Combining tools from edge-of-field to in-stream to attenuate reactive Nitrogen along small agricultural water ways

Brandon C. Goeller, National Institute of Water and Atmospheric Research
Catherine M. Febria, University of Canterbury
Lucy A. McKergow, National Institute of Water and Atmospheric Research
Jon S. Harding, University of Canterbury
Fleur E. Matheson, National Institute of Water and Atmospheric Research
Chris C. Tanner, National Institute of Water and Atmospheric Research
Angus R. McIntosh, University of Canterbury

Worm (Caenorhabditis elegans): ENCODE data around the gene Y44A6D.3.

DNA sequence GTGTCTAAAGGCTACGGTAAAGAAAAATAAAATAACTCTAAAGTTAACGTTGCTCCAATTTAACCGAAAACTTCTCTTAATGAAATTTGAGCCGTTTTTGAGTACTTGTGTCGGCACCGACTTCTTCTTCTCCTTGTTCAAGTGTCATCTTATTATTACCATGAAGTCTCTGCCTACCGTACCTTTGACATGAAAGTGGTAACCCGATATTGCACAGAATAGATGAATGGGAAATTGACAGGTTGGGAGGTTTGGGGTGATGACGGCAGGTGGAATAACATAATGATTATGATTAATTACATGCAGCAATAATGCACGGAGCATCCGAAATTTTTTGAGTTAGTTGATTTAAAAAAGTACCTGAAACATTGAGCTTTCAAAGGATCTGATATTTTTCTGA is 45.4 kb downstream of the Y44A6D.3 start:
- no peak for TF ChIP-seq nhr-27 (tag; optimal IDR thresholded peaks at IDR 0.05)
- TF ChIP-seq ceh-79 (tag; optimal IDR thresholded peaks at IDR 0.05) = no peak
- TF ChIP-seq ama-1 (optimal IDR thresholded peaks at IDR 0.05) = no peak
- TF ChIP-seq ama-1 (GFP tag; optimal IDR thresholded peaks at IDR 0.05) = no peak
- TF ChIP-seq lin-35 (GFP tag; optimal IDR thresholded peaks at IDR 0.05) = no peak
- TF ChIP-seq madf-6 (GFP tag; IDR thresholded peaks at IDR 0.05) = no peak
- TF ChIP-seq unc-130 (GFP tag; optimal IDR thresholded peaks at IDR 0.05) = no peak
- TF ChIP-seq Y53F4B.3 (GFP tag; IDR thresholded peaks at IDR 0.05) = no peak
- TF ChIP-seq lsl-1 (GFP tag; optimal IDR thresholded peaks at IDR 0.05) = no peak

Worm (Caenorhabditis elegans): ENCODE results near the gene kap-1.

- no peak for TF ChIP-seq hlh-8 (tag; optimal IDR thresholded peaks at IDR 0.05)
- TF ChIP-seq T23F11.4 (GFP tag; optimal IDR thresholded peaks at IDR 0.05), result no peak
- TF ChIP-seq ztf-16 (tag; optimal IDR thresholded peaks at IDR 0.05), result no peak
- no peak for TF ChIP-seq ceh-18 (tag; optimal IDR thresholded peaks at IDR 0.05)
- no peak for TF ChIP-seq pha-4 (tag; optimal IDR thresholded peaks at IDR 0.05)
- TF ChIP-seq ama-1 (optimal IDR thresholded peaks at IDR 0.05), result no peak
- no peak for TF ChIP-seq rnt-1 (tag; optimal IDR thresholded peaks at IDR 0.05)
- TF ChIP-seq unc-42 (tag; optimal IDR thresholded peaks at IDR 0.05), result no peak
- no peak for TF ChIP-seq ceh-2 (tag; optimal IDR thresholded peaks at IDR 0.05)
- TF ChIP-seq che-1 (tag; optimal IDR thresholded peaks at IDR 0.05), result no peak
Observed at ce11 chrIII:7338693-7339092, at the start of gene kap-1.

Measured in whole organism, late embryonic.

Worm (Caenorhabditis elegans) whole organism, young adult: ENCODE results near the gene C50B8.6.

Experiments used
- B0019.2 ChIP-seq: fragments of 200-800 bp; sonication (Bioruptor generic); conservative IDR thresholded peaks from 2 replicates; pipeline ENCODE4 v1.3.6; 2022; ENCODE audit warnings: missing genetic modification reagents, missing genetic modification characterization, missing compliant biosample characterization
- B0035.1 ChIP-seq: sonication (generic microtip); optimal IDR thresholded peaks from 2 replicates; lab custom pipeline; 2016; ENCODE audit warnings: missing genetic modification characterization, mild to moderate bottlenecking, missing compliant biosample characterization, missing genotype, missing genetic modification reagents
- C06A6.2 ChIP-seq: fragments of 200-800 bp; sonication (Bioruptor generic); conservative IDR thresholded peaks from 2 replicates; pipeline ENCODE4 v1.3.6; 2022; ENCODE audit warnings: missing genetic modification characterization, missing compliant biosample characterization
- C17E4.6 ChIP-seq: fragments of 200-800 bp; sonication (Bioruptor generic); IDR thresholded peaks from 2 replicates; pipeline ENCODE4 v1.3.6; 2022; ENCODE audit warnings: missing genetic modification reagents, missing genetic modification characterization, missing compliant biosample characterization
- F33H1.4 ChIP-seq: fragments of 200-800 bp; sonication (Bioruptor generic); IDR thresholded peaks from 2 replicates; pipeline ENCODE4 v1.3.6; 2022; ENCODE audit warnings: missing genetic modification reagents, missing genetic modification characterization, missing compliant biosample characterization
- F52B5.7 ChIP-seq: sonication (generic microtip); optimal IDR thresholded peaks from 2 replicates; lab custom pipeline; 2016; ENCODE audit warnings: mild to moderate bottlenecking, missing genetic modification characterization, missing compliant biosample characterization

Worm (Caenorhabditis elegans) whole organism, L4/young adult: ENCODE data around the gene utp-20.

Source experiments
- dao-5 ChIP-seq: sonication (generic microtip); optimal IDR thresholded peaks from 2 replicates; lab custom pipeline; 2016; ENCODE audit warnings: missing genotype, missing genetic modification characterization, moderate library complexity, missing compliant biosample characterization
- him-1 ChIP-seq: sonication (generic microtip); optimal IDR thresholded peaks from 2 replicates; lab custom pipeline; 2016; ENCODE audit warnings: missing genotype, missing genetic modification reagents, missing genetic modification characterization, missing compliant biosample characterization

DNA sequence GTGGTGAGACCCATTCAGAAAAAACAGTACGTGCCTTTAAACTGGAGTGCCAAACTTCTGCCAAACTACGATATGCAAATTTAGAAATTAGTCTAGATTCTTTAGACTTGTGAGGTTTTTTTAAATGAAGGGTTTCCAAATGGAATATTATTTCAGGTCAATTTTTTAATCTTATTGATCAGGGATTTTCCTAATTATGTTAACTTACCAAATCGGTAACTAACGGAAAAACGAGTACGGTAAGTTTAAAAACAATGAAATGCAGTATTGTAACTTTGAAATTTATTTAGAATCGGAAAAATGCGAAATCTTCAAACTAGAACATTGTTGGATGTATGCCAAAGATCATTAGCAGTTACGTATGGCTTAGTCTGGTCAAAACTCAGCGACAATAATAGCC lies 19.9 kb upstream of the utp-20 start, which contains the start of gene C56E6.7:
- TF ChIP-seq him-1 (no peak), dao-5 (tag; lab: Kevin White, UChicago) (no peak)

Reducing excessive reactive nitrogen (N) in agricultural waterways is a major challenge for freshwater managers and landowners. Effective solutions require the use of multiple and combined N attenuation tools, targeted along small ditches and streams. We present a visual framework to guide novel applications of 'tool stacking' that include edge-of-field and waterway-based options targeting N delivery pathways, timing, and impacts in the receiving environment (i.e., changes in concentration or load). Implementing tools at multiple locations and scales using a 'toolbox' approach will better leverage key hydrological and biogeochemical processes for N attenuation (e.g., water retention, infiltration and filtering, contact with organic soils and microbes, and denitrification), in addition to enhancing ecological benefits to waterways. Our framework applies primarily to temperate or warmer climates, since cold temperatures and freeze-thaw-related processes limit biologically mediatedNattenuation in cold climates. Moreover, we encourage scientists and managers to codevelop N attenuation toolboxes with farmers, since implementation will require tailored fits to local hydrological, social, and productive landscapes. Generating further knowledge around N attenuation tool stacking in different climates and landscape contexts will advance management actions to attenuate agricultural catchment N. Understanding how different tools can be best combined to target key contaminant transport pathways and create activated zones of attenuation along and within small agricultural waterways will be essential.